The most challenging part for Dr Ashwathi Soman was to persuade the middle-aged Chola Nayakan to come down to their hospital for better medical care.
It is not very easy to reach Panappuzha ooru, an extremely remote tribal colony located deep in the forests of Nilambur in Kerala. However, for Dr Ashwathi Soman, the public medical officer of Nilambur’s mobile dispensary, her commitment to work and service stands way above personal comfort.
Last week, she and team went on an arduous 10 km trek through the wilderness to provide medical aid to a tribal man who was suffering from constant bleeding on his right foot.
58-year-old Ravi is a member of the primitive and socially hostile tribe called Chola Naykar. Ravi’s right toe was severed, and because of the tribe’s hesitance to mingle with the mainstream society, the wound was severely infected and continually bleeding.
The information about the accident reached one of Nilambur’s nodal medical offices on June 18, following which Ashwathi reached out to forest officials in the region to inquire about accessing the tribal settlement and found that the only way to reach Ravi was to travel all the way to the settlement, while being equipped with enough medical paraphernalia to perform a surgery.
Wasting no further time, a 10-member team comprising two nursing staff from the Malappuram taluk hospital and a couple of forest officers and safety officials set out to Panappuzha ooru.
“We were accompanied by tribal watchers. We travelled half the way in a car and some of the rest by a jeep. About 10 km from our destination, we saw some huge trees blocking our path. We decided to trek the remaining distance. The natives used axes and ropes to remove huge logs from our way. We had to climb rocks, slippery slopes and steep hillsides to reach the settlement,” explained Ashwathi to Manorama, a local Malayalam daily.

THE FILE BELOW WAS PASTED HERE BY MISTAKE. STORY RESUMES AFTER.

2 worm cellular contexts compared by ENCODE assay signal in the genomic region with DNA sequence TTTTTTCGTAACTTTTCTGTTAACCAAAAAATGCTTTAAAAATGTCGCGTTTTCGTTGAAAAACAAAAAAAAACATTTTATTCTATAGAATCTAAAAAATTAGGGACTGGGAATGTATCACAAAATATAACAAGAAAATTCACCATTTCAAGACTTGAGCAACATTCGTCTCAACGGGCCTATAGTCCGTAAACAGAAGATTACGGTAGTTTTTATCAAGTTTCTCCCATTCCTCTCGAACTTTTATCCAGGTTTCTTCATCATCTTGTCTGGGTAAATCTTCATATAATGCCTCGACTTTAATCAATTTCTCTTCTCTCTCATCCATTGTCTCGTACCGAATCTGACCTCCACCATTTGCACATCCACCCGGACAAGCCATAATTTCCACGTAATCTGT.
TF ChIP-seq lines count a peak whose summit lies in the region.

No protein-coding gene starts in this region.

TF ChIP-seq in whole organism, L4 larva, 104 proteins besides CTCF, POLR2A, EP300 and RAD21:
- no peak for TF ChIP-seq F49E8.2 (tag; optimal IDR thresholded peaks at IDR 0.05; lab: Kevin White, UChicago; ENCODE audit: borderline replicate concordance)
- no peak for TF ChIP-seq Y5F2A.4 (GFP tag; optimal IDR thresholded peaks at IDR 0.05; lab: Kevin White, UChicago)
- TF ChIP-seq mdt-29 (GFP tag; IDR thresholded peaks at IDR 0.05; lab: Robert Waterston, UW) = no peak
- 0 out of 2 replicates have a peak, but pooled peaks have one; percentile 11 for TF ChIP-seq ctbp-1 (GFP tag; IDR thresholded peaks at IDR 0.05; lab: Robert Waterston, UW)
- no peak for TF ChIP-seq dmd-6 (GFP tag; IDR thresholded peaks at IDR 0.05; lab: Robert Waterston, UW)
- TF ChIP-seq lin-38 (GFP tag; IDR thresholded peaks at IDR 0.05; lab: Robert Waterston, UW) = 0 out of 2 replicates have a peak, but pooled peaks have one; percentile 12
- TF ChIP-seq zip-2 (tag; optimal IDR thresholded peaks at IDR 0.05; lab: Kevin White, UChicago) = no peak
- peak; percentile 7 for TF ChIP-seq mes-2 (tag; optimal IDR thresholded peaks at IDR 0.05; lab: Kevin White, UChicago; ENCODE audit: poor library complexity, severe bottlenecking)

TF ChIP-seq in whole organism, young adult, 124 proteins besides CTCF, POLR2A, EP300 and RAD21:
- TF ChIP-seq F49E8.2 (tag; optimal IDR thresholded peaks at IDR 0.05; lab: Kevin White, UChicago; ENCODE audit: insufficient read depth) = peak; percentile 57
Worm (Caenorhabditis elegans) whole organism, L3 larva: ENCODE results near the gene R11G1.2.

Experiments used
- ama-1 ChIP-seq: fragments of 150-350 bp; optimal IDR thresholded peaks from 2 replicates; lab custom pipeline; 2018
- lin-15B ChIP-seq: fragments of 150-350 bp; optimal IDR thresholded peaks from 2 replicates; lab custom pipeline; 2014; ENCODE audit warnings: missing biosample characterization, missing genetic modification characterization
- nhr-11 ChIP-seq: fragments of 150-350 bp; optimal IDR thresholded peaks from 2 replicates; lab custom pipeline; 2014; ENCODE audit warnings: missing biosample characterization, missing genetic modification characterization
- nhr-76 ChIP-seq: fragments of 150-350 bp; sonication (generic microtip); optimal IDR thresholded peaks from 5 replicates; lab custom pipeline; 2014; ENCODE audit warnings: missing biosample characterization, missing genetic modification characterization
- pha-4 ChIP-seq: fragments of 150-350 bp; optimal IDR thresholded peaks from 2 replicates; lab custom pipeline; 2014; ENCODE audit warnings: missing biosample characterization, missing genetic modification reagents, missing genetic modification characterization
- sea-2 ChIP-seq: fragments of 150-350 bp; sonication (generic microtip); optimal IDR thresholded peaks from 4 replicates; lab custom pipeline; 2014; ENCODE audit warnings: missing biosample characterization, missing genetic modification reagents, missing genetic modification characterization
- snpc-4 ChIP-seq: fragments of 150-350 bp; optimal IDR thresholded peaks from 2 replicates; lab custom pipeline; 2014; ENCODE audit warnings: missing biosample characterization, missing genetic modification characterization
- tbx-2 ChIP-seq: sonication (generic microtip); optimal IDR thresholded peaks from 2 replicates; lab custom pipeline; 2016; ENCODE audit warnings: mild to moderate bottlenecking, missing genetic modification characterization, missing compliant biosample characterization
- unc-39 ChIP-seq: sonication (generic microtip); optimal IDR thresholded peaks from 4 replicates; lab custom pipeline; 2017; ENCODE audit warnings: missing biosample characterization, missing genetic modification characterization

Sadly, by the time Ashwathi and her team made it to the settlement, Ravi had lost quite a lot of blood owing to acute infection, and the only way to save him was to amputate the toe. Besides, Ravi has severe diabetes, and that further constrained the young doctor from performing surgery on the spot, and she had to make do with a tight bandage that would arrest any further loss of blood.
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However, the most challenging part for Ashwathi was to persuade the middle-aged Chola Nayakan to come down to their hospital for better medical care. She had to warn Ravi of the dire consequences that would befall him if his foot didn’t receive immediate medical attention. “I told him he would lose his toe today, a leg tomorrow and life the day after. Luckily, that scared him, and he got ready to accompany us downhill,” she added.
Had it not been for Dr Ashwathi’s commitment to her profession and unfaltering resilience in getting medical treatment to a member of a socially hostile tribal community, Ravi would have possibly lost his life.
Ravi’s toe has been successfully amputated, and he is currently recovering at the Malappuram taluk hospital.
We salute Dr Ashwathi and her team of white-clad angels, who put aside the comfort of their clinics and medical rooms and ventured into the wild to reach those in real need, irrespective of their temperament or geographical difficulties.
(Edited by Gayatri Mishra)